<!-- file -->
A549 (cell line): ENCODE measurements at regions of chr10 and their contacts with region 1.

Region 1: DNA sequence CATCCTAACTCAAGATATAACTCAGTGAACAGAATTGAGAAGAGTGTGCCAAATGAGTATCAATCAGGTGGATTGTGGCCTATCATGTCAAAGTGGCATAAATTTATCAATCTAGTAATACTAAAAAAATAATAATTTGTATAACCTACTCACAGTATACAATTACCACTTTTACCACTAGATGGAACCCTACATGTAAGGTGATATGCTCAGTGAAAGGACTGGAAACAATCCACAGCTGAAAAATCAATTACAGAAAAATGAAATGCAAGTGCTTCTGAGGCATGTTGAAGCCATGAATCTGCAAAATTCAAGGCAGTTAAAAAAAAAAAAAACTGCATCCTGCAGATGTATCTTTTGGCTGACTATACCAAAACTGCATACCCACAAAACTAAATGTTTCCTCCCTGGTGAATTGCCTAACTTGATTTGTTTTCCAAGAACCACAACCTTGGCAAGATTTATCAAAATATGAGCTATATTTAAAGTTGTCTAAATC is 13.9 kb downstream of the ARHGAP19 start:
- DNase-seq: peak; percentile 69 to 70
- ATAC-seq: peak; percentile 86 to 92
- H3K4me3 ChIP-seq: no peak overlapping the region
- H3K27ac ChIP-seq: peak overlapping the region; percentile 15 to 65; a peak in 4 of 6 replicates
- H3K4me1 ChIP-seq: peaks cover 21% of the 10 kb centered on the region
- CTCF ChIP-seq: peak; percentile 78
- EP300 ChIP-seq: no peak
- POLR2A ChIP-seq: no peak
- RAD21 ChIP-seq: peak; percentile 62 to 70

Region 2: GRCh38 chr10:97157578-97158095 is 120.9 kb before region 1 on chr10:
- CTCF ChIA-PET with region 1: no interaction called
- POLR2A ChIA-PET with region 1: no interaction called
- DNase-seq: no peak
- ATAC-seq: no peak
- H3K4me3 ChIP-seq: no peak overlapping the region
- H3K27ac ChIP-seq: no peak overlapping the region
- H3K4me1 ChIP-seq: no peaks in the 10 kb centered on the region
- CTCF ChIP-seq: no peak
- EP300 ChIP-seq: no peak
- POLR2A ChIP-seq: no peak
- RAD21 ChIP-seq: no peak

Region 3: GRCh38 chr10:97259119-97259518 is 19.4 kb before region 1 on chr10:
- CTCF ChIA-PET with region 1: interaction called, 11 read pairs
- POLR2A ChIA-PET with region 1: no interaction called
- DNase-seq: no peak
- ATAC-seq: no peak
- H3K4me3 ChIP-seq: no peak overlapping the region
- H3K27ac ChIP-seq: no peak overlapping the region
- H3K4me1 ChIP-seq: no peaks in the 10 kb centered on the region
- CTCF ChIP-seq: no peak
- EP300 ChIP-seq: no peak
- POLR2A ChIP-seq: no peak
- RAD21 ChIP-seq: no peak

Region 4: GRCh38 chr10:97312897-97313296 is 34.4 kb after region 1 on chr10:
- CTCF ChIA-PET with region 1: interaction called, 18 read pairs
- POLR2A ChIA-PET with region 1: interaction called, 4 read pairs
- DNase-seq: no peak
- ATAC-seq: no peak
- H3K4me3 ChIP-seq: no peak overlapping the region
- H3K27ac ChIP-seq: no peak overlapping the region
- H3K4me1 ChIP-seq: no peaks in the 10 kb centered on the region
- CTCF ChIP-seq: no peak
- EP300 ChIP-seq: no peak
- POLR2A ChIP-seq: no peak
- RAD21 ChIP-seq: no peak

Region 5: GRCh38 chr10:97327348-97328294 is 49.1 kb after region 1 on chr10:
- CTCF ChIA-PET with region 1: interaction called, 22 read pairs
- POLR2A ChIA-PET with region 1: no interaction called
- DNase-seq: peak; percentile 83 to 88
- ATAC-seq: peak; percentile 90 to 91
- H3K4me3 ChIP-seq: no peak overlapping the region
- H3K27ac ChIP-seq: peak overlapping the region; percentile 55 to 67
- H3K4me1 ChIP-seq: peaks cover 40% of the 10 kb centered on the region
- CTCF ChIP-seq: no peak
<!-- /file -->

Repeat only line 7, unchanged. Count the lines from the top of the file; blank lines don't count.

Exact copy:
- H3K4me1 ChIP-seq: peaks cover 21% of the 10 kb centered on the region